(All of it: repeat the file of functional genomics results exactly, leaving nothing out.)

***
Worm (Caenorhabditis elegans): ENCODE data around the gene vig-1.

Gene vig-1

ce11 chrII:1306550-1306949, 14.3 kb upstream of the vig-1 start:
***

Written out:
Worm (Caenorhabditis elegans): ENCODE data around the gene vig-1.

Gene vig-1

ce11 chrII:1306550-1306949, 14.3 kb upstream of the vig-1 start: